What factors do you need to be mindful of about a divorce?
When you are getting ready to have your family law attorney draft temporary orders or a final decree of divorce, you need to be aware that these orders can impact your bankruptcy case down the line. Here is what you need to be mindful of during a family law case that can make a difference later in your bankruptcy case.
First, spousal maintenance and child support payments and any money that you owe to your spouse concerning these issues are exempted from the property of your bankruptcy estate. This means that creditors would not be able to tap these areas to be made whole for the debts that you owe to them.
Second, spousal maintenance and child support payments can be deducted when it comes to a bankruptcy court determining what your disposable income is. Your income will not grow as a result of receiving these payments from an ex-spouse.
Third, you need to make sure that your attorney is straightforward when distinguishing between spousal maintenance and payments on debt.
Finally, at the beginning of your case, the bankruptcy trustee holds the same right as a party who has a lien against any of your property within the bankruptcy estate. As a result, you must make it known that any property that you own that is also subject to being named as part of the bankruptcy estate is clearly labeled as being exempt if it is determined to be so. This will avoid any problems if the property should ultimately be transferred to the non-debtor spouse.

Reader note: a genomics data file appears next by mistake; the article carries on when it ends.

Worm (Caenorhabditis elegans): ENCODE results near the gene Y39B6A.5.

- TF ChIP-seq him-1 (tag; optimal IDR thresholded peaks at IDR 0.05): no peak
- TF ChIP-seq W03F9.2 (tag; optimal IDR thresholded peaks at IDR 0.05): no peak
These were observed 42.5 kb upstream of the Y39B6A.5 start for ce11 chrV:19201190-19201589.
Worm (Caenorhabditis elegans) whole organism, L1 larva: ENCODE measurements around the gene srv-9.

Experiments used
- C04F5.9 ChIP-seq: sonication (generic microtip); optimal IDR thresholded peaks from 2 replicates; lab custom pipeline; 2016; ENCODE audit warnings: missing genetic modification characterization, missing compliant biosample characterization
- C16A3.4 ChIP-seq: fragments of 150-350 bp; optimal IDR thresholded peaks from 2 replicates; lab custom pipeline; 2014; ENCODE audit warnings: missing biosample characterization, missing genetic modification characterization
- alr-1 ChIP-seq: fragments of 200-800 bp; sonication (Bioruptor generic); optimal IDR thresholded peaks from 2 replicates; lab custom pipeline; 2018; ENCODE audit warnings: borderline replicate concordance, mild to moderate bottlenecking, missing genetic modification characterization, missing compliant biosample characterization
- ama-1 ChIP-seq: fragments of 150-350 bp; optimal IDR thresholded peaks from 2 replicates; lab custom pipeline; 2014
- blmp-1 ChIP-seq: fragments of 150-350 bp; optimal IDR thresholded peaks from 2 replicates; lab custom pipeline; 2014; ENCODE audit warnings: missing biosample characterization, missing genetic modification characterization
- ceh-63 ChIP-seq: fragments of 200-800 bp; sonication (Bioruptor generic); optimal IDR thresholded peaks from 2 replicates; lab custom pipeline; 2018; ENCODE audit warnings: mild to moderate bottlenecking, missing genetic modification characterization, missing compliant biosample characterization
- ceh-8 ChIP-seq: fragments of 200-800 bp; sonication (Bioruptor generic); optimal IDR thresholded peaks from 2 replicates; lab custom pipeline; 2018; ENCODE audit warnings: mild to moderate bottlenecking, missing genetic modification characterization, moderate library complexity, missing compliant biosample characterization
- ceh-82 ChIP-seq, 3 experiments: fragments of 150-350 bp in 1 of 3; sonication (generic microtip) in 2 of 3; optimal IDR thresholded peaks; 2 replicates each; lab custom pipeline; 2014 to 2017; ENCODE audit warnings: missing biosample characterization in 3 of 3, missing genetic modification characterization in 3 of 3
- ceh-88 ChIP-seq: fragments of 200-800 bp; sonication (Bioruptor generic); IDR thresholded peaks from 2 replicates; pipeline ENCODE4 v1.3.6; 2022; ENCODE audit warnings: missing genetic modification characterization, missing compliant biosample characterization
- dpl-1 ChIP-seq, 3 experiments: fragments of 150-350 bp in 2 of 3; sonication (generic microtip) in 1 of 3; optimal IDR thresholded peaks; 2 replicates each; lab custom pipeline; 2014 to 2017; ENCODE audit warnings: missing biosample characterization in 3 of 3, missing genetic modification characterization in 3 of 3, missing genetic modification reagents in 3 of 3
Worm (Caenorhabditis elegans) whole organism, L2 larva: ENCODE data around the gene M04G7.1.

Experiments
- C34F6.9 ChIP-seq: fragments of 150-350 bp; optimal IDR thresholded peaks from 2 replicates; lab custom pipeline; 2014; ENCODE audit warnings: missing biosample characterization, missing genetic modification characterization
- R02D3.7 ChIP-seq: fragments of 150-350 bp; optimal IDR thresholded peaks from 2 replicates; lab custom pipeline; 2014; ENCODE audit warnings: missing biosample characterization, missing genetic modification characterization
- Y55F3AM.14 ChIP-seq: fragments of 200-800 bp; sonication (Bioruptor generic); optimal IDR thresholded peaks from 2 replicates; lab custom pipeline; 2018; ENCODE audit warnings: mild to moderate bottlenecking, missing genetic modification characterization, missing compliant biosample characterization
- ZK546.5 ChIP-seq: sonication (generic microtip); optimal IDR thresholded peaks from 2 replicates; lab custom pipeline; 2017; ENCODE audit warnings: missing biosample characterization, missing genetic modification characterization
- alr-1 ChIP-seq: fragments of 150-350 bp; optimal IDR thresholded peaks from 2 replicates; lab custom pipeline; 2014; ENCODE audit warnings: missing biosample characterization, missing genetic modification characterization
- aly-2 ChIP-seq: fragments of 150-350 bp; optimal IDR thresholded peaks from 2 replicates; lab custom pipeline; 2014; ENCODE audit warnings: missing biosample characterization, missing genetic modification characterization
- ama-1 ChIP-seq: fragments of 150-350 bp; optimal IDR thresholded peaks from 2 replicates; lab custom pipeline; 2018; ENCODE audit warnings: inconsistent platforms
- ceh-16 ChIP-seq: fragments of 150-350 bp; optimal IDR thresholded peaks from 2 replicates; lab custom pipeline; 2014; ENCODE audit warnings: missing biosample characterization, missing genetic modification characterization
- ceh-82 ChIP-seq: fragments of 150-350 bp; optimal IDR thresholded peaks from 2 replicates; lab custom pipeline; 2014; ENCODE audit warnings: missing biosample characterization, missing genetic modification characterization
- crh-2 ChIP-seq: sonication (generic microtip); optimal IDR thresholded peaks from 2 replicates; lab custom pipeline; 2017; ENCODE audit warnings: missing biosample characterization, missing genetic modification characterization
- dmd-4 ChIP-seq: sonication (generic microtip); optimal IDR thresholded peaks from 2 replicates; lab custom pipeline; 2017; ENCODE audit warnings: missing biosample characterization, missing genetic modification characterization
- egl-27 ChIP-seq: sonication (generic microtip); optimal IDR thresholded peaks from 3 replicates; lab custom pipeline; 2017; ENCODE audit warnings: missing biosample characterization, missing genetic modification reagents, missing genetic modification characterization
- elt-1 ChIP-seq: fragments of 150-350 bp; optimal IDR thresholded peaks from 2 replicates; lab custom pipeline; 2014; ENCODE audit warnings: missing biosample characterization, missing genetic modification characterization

The last thing that I wanted to mention to you is that a stricter schedule binds bankruptcy cases than divorce cases. Divorce cases can be wrapped up rather quickly but can also last a relatively long time, depending on the circumstances of your case. Be sure that your attorneys for each subject work together to coordinate your chances concerning any approaching deadlines.
Questions about family law? Contact the Law Office of Bryan Fagan
For all of your family law needs, I recommend contacting the Law Office of Bryan Fagan. Our licensed family law attorneys work tirelessly on behalf of our clients. We pride ourselves on being inside the courtrooms of the family courts across southeast Texas. Our attorneys offer free of charge consultations six days a week. These consultations allow you to have your questions answered and your needs addressed by one of our licensed family law attorneys.